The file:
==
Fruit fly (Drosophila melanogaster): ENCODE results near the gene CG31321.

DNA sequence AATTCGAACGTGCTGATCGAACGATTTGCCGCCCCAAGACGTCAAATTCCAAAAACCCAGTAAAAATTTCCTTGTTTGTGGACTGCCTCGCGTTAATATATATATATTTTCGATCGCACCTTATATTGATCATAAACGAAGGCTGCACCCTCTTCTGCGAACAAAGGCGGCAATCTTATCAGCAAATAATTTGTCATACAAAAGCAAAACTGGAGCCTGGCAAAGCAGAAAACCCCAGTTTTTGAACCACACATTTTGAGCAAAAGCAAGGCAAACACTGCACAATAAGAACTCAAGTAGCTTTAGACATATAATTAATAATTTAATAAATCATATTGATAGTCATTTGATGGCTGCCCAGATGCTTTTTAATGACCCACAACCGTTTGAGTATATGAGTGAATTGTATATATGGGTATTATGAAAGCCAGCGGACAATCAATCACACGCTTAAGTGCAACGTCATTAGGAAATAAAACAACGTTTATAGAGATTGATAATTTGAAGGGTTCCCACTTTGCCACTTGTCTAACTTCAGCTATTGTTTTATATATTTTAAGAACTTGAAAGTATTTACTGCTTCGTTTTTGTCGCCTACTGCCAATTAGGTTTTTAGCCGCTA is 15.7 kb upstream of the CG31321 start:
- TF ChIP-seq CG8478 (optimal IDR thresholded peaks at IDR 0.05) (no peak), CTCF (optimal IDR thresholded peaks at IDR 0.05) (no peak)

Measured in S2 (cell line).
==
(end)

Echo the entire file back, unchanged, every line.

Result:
Fruit fly (Drosophila melanogaster): ENCODE results near the gene CG31321.

DNA sequence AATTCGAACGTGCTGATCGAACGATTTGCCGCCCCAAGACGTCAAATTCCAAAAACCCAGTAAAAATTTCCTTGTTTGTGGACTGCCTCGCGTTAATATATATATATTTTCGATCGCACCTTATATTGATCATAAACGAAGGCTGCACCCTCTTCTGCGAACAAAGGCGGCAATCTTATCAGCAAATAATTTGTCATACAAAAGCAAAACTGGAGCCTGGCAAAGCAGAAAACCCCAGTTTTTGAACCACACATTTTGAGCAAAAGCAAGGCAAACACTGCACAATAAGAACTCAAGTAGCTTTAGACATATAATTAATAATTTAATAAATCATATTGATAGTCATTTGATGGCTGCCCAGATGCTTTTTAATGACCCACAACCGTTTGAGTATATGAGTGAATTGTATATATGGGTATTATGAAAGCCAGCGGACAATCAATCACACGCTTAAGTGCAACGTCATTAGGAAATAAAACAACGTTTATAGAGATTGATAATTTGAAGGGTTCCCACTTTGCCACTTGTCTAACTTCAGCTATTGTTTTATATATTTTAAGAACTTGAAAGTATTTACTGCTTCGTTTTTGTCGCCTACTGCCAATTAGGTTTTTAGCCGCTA is 15.7 kb upstream of the CG31321 start:
- TF ChIP-seq CG8478 (optimal IDR thresholded peaks at IDR 0.05) (no peak), CTCF (optimal IDR thresholded peaks at IDR 0.05) (no peak)

Measured in S2 (cell line).